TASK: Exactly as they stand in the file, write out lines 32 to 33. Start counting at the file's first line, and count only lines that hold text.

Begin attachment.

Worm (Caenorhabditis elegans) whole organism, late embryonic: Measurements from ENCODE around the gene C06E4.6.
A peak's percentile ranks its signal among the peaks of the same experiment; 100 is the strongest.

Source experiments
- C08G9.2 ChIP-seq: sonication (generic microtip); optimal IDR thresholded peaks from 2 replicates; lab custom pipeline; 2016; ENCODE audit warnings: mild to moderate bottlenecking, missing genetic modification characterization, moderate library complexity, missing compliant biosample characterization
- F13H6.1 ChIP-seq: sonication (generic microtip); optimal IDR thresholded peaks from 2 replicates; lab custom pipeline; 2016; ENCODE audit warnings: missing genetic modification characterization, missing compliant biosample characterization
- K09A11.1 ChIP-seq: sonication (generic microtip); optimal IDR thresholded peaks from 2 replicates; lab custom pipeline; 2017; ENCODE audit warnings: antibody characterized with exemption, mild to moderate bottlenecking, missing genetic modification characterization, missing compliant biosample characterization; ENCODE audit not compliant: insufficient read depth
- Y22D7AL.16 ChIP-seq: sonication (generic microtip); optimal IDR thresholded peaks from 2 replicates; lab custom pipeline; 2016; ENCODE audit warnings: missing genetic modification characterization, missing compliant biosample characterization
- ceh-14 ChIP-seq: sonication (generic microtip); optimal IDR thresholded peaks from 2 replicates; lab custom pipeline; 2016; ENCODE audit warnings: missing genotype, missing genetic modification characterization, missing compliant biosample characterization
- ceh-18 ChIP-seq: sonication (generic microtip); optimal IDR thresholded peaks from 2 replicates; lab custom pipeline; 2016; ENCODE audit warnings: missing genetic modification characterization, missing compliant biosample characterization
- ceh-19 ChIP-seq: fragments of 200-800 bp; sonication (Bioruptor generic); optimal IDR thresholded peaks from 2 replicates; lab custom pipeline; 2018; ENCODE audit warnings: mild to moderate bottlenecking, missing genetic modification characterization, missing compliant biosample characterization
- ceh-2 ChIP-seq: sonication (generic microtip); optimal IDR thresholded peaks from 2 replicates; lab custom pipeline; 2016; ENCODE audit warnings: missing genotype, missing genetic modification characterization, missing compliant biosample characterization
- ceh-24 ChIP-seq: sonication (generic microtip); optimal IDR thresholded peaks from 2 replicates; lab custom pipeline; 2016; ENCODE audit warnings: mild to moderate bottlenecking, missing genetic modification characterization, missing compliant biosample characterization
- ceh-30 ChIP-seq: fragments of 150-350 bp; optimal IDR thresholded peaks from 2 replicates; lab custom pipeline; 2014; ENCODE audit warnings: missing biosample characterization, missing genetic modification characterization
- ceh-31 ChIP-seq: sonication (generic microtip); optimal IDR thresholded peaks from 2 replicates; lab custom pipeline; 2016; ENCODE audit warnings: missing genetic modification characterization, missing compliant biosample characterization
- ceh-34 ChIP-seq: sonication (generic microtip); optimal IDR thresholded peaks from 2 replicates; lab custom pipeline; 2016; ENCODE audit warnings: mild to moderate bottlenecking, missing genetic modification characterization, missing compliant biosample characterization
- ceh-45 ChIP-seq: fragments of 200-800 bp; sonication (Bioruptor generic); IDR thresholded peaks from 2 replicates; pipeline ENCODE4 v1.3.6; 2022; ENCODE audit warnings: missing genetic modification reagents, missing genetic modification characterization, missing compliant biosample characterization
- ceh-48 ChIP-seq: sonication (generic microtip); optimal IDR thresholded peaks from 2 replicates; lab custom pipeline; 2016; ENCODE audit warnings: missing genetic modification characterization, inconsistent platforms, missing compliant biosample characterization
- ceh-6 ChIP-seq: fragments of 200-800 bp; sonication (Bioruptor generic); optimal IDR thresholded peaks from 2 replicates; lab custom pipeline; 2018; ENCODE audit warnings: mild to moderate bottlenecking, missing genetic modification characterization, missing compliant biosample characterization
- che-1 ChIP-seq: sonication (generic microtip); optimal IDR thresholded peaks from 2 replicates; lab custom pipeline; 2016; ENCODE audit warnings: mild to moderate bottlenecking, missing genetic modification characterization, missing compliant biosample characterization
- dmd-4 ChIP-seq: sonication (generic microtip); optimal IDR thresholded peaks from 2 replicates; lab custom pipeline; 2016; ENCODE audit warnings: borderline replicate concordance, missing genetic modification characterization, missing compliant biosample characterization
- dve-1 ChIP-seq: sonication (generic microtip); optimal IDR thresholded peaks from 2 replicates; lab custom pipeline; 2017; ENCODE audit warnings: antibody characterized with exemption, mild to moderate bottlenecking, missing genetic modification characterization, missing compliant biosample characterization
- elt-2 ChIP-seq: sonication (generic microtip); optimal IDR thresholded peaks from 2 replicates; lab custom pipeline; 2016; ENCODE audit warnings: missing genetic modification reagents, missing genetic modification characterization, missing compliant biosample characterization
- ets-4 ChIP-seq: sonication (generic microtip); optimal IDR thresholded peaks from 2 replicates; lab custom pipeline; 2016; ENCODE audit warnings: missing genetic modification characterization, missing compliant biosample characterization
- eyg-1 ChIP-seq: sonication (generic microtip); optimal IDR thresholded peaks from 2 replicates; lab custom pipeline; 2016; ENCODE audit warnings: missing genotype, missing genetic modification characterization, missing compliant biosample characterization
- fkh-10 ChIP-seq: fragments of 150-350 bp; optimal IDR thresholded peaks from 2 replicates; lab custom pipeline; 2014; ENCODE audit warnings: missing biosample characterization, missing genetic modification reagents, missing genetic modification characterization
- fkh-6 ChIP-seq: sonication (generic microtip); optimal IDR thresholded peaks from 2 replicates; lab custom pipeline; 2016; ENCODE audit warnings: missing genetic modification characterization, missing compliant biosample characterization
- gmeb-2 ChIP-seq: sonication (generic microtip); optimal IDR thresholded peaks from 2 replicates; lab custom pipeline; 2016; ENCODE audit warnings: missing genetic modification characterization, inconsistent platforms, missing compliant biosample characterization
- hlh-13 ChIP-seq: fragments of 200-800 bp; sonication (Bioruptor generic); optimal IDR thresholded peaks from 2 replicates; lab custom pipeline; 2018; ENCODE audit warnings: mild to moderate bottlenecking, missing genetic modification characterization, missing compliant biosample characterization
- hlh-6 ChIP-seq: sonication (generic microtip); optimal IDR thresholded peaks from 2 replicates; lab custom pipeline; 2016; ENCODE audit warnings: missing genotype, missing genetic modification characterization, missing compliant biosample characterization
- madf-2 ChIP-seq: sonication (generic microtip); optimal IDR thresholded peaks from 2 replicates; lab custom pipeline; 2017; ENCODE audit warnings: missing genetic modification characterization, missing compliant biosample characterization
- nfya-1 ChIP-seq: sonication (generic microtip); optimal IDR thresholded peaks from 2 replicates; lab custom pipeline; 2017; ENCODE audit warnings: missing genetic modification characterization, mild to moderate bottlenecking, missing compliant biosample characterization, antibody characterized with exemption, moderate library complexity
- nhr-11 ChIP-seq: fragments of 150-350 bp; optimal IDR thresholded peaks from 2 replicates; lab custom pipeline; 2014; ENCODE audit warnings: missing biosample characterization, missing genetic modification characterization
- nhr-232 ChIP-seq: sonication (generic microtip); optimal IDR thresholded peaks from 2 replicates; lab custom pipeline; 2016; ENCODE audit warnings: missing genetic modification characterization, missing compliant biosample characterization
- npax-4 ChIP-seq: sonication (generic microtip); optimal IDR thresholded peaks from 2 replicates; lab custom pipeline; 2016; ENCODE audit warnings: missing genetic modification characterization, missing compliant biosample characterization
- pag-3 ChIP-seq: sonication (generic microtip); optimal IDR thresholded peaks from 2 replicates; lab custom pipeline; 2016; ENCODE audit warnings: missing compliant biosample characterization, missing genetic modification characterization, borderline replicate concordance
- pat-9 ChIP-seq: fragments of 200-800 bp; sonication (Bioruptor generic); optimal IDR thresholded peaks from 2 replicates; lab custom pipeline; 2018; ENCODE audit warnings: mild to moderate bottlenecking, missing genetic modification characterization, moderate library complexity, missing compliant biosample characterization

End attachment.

- nhr-11 ChIP-seq: fragments of 150-350 bp; optimal IDR thresholded peaks from 2 replicates; lab custom pipeline; 2014; ENCODE audit warnings: missing biosample characterization, missing genetic modification characterization
- nhr-232 ChIP-seq: sonication (generic microtip); optimal IDR thresholded peaks from 2 replicates; lab custom pipeline; 2016; ENCODE audit warnings: missing genetic modification characterization, missing compliant biosample characterization